Bits & Pieces?
Last night I spoke to a strategic writing class of seniors at the University of Wisconsin-Milwaukee about how social media has changed marketing for the better. (In other words: I’m old.)
We talked about how the balance of power has shifted from brands to social media users, the birth of real-time marketing, the new marketing funnel and how to activate a brand’s fan base, and the power of video and blogging, among other things.
In my opinion, all of this has made marketing and creativity much more fun and interesting; it’s a great time to be graduating college. It’s also a total win-win for both users and brands. Users get brands that offer better experiences and are more responsive. And brands GET BETTER.
I shared some of Jigsaw’s social media work for BloodCenter of Wisconsin, Alverno College and Wheaton Franciscan Healthcare. And I pimped our super-awesome internship program, OrangeAid, that allows students to work as a socially-driven agency-within-the-agency.
I hope the students enjoyed it and learned something; I know I did. Here are the slides:
From my very first days on LiveJournal, Hi5 and MySpace, I’ve always used social networks to stay connected to the people and issue I care about. Of course, some of the platforms I use have changed and some of the people/issues I care about have somewhat changed, but the reason why I, just like everyone else, used and will keep on using these networks is to maintain relationships. Every piece of content members of my personal networks share is a small piece of their stories: from major milestones such as being accepted to the London School of Economics, getting engaged or moving to a foreign country, to more minor things such as discovering a new favorite restaurant or a new band. Social networks have always been about the multi-dimensional stories that we are allowed to experience even from thousands of kilometers away, made even easier with Facebook’s timeline.
And then brands joined all these networks and somehow every bilboard idea that didn’t get executed ended up in our news feeds: “Our new shoe collection is here.” “Check out our new shoe collection.” “Here’s our new shoe collection.” “Have you seen our new shoe collection?” with a link to the same landing page and with the same few pictures/videos used with every post for six months until the next shoe collection is released. And then it starts all over again. Of course, the most common response to this activity is unliking/unfollowing the page/account for two reasons.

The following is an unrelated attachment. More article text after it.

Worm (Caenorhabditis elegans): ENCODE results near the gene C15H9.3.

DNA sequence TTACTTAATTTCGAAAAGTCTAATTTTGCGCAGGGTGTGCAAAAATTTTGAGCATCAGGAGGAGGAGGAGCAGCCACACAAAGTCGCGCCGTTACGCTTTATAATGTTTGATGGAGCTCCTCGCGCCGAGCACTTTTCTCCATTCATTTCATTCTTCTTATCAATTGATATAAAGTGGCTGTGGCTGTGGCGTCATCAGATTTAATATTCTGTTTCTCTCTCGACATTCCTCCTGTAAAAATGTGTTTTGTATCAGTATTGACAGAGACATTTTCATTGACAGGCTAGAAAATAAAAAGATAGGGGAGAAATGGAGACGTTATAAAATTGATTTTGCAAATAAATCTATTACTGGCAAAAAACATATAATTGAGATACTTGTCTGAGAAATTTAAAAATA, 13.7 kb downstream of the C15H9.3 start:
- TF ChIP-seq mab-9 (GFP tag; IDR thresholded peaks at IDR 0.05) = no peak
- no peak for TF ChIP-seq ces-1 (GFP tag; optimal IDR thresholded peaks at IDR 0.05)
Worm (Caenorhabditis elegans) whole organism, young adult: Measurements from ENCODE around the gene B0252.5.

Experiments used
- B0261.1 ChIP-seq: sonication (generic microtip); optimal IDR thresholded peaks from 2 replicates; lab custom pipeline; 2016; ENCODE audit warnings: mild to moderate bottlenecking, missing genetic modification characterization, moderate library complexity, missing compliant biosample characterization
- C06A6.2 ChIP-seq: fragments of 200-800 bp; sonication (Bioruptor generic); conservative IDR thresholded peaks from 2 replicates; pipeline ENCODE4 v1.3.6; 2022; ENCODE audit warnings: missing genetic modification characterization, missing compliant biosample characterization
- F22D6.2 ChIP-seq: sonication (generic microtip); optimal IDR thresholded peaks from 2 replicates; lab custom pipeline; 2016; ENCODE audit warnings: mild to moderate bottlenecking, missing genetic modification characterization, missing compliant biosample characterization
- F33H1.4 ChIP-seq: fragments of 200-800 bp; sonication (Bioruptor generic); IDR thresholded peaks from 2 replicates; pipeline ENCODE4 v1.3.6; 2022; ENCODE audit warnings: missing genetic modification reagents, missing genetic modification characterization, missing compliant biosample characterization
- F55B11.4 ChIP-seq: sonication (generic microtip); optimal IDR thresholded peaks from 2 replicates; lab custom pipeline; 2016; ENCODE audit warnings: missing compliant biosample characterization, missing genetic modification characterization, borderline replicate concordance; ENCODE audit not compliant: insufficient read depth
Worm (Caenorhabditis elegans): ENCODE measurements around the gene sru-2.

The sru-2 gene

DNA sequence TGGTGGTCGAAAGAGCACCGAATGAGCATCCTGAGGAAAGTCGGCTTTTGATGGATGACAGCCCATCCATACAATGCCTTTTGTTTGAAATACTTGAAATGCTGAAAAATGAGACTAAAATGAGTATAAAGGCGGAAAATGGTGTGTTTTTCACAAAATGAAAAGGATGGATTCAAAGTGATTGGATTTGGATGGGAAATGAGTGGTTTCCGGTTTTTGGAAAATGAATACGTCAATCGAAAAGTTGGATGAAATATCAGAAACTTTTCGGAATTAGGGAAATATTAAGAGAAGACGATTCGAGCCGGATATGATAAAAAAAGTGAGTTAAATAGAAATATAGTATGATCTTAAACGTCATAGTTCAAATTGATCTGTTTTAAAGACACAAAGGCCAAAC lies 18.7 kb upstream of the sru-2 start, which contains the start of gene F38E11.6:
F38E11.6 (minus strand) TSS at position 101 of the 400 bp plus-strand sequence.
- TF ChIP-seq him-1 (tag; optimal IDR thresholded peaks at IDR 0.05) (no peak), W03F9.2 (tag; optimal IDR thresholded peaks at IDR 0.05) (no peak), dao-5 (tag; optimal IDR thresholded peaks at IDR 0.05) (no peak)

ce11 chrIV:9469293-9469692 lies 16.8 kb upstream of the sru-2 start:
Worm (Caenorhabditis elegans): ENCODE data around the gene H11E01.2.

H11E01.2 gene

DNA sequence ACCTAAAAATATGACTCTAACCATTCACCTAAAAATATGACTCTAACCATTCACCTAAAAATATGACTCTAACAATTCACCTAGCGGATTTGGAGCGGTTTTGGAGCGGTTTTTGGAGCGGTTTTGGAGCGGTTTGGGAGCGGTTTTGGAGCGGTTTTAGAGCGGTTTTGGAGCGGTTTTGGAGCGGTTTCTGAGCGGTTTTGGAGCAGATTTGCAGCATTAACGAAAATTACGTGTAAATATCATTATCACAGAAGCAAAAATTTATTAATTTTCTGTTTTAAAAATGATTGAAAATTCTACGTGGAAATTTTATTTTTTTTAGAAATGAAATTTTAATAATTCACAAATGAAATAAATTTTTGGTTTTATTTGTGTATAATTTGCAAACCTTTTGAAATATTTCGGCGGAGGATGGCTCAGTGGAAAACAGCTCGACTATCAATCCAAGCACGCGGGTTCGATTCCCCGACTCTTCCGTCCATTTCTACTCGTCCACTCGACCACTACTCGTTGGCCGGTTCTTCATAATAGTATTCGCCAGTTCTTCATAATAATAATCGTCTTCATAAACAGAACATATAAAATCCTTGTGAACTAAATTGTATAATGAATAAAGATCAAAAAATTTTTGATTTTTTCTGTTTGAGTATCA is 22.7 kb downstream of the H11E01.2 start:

- No one likes repetitive content. With the exception of films and books deemed masterpieces, very few of us will go to a website or buy a newspaper that has exactly the same content every day, so why bring repetitive content to Facebook, Twitter and the other social networks?
- Our friends have set the bar high. We expect multi-dimensional stories told in unique voices with unique content every day and repetitive content doesn’t contribute to an interesting and multi-dimensional story. You make shoes and you sell them. That’s not a very appealing story that keeps us glued to our small screens waiting for the next few lines of the script.
I am well aware that brands are much less interesting than people. I am well aware that content development isn’t easy or cheap. I am well aware that to be able to tell a multi-dimensional story, a brand has to stand for something other than just making money. The reality is that most people who don’t work in this industry don’t care about any of these reasons. If a brand wants a spot in my news feed then it should stop with the billboard messaging approach to social media and start creating and curating content that is as interesting and relevant to me as the content shared by my friends.